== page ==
Saturday, June 21, 2014

Thoughts on Joe Panik

Joe Panik got the call to the major leagues today!  To make room on the 25 man roster, Juan Perez is being optioned to Fresno.  To make room on the 40 man roster, Jake Dunning is getting the DFA.  The move makes a lot of sense.  Panik has been on a sustained hot streak for Fresno that showed no signs of abating.  He basically had nothing left to prove there unless you want to see more power out of him, but it is doubtful that he will ever be a significant power hitter.  The Giants current MLB options at 2B were just not getting the job done and the current losing streak left them needing a shot in the arm.  The Giants need to make a decision about trading for a 2B at the trade deadline.  This gives them a month to evaluate whether Panik is the guy to take them down the stretch or not.  If it turns out Panik is not quite ready, they still have 3 future options on him.  He will definitely be ready or washed out by that time.

Joe Panik was a controversial first round draft pick by the Giants in the 2011 draft at #25 overall.  He was a college SS for at St. John's who was widely seen as a future 2B.   Scouting dogma says you just don't draft those types in the first round.  The Giants insisted they were drafting him as a SS.  Here are Panik's stat lines for his 3 college seasons:

2009  .332/.426/.513, 5 HR, 29 BB, 25 K, 187 AB.
2010  .374/.477/.621, 10 HR, 38 BB, 17 K, 227 AB.
2011  .394/509/.642, 10 HR, 44 BB, 24 K, 226 AB.

You can usually take college BA's with a grain of salt, but Panik's secondary stats showed a somewhat unusual phenomenon in that he walked almost twice as many times as he struck out over his last 2 seasons at St. Johns.  Since Panik was drafted, the Giants have selected a number of other players with similar K and BB profiles leading me to suspect that the Giants do run an active statistical department and are willing to be innovative with it.  Undervalued commodity?  Moneyball?  It does not seem to be so much the walk rate that they are looking at or necessarily the K rate by itself, but the ratio of BB/K that they deem to be an indicator of future success.

Panik signed immediately and was sent to Salem-Keizer for the Short Season.  He got off to a rousing start with a line of .341/.401/.467, 6 HR, 28 BB, 25 K, 270 AB.  Notice again the reversed K/BB.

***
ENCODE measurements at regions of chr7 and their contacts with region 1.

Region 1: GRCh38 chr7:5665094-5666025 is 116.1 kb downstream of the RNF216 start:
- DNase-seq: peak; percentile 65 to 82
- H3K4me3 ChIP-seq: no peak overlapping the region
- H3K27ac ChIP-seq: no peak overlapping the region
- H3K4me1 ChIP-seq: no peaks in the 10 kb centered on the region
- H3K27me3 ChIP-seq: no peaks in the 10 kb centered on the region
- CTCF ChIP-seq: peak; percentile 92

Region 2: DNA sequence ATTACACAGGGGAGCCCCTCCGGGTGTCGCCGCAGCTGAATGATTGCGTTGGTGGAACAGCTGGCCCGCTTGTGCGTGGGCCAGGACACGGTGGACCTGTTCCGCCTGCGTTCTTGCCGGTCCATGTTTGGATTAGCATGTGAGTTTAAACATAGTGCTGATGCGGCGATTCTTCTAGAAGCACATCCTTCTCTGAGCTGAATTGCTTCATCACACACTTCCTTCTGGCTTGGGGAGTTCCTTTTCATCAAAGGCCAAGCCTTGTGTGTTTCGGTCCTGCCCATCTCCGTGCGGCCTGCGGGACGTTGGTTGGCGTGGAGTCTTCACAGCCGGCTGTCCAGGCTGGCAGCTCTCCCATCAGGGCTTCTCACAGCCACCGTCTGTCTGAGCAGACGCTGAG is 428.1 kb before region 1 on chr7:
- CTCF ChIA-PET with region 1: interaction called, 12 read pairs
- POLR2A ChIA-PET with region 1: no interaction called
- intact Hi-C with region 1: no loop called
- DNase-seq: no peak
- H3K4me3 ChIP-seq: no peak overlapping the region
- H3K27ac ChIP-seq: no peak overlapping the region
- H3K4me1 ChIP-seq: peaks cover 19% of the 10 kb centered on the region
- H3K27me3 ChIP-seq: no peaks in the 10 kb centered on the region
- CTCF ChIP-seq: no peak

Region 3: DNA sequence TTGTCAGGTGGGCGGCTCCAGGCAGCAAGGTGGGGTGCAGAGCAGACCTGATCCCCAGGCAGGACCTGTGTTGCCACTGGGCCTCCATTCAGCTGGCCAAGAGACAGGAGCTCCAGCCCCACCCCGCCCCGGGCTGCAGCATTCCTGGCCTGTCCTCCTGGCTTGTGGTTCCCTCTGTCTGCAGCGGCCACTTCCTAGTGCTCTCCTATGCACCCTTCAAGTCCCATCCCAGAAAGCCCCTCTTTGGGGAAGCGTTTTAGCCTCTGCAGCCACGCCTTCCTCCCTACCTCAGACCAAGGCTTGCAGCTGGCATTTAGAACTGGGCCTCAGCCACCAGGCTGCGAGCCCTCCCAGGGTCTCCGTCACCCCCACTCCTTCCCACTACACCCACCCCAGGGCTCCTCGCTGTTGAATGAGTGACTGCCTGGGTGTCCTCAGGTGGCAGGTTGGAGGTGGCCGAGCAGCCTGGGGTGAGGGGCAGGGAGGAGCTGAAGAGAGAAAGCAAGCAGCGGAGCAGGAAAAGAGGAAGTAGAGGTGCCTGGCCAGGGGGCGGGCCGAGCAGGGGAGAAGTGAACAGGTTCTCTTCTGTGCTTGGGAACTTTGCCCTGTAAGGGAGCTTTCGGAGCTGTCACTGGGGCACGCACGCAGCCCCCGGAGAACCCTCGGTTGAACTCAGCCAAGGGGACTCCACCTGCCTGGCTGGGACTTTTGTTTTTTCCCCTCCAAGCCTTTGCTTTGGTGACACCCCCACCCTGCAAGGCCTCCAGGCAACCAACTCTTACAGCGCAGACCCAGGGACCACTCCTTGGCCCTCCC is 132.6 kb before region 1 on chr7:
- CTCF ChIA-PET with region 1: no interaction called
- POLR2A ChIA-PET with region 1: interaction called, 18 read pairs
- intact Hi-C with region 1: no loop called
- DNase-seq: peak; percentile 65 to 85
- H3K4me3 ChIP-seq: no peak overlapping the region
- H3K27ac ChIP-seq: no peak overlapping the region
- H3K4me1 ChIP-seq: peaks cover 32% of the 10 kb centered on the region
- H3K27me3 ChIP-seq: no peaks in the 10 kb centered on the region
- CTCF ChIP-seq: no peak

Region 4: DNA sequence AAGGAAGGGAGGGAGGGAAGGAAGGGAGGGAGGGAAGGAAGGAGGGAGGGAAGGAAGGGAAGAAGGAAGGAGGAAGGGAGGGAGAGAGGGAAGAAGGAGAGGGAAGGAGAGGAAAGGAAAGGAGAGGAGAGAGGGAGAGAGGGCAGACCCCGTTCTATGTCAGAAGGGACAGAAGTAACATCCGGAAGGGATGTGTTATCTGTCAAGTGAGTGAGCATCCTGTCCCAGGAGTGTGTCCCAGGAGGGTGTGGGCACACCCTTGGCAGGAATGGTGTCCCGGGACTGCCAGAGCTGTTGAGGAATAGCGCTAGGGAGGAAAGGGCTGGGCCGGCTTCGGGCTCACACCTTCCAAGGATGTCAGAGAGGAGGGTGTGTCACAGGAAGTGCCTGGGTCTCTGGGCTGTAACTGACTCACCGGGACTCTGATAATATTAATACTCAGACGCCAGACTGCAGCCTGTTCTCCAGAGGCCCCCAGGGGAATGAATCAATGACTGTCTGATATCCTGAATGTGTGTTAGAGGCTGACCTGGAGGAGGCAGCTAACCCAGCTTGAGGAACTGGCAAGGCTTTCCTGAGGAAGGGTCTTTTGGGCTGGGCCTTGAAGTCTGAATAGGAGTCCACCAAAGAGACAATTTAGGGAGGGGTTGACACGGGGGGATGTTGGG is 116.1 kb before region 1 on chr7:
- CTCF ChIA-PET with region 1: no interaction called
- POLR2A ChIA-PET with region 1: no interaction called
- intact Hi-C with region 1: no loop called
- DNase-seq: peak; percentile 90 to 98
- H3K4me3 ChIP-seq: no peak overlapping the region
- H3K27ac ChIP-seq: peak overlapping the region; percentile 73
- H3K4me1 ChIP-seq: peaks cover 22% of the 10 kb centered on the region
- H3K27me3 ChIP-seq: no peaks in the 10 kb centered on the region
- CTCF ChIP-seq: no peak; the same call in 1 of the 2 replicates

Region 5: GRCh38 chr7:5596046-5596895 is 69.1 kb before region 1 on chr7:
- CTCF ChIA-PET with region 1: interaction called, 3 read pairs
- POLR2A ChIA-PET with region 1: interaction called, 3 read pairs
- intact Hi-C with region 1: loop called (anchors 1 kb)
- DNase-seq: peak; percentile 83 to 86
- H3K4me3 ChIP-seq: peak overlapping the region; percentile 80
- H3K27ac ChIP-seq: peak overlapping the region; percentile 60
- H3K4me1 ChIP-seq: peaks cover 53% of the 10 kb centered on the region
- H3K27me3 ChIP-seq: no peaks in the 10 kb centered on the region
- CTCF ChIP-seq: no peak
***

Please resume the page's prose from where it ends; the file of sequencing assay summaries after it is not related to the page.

He was rewarded with an assignment to the Arizona Fall League, usually reserved for top AA and AAA prospects.  He again hit well:  .324/394/.473, 2 HR, 9 BB, 10 K, 93 AB.  In a small sample, the K/BB was essentially 1.

Next season Panik started off in High A San Jose, an aggressive assignment for his first full pro season.  He got off to a slow start, but turned it on in the last 2 months and fell just short of the .300 BA mark.  I remember the countdown to the end of the season to see if he would make it in my Down on the Farm segments.  His final season line:  .297/.368/.402, 7 HR, 58 BB, 54 K, 535 AB.  Again, note the BB/K slightly greater than 1.  He was again sent to the AFL where he hit just .205 in 78 AB but walked 10 times against 7 K's.  Remember this was at the end of his first full pro season of playing every day for 5 months straight.

2013 found him in AA Richmond, a place of fear and doom for many a Giants hitting prospect.  I can count the number of Giants hitting prospects who have thrived in the Eastern League on one hand and still have fingers left over!  He started off OK, but went into a prolonged mid-season slump, coming part way back near the end of the season:  .257/.333/.347, 4 HR, 57 BB, 68 K,  522 AB.  For the first time in his career, Panik had more K's than BB's but by a remarkably small margin.  Some observers were also non-plussed by the low power output.  To make matters worse in many eyes, he was moved off SS to 2B as had long been predicted.

The Giants felt his performance in the pitching friendly EL was good enough to warrant a promotion to AAA Fresno.  He again started off a bit slow, but not for long. Since the first couple of weeks of the season, he has seemingly had more multiple hit games than not and has produced a steadily climbing BA:  .321/.382/.447, 5 HR, 27 AB, 33 K, 293 AB.

So, Joe Panik's time has come.  This is the moment of truth for the Giants taking a risk on him in the 2011 draft and for Yeshaya Goldfarb and the stats department.  Will Joe Panik be one of those prospects who hits out of the gate and never looks back, or will he be one who needs a few hundred AB's or so to get his feet on the ground? Unless the Giants precipitous slide continues, he will need to hit the ground running to avoid being replaced by a trade deadline acquisition.

Just for fun, I ran a ranking of MLB 2B by BB/K.  There were 6 with ratios greater than 0.7 with the top number 0.89.  Here's the list:

1. Jose Altuve
2. Dustin Pedroia
3. Robinson Cano
4. Brian Dozier
5. Daniel Murphy
6. Brian Roberts.

I also ranked all hitters in MLB by the same metric.  There were 12 with ratios of 1.00 or greater.  I guess it is not too surprising that 3 of those 12 are current Oakland A's and 1 is a former Athletic.

My closest comps out of all this for what I think Joe Panik can be are a LH Dustin Pedroia playing in a bigger home ballpark or Daniel Murphy, who has been discussed as a possible deadline trade target.


  1. I was fine with the Adrianza/Hicks band-aid, until the wheels fall off or a trade opened up. But it will be fun to see Panik get some at bats, and maybe they think why trade if Panik is ready now.

  2. DocB, great write up. It would be great if Panik could step in and claim the 2B job. I think we are all rooting for him, but the trade deadline is looming.

  3. I should have included in the post that Panik missed most of spring training 2013 with a hammy and it probably was not fully healed until well into his AA season, which may account for his relatively anemic numbers there in addition to the usual pitcher's league caveats.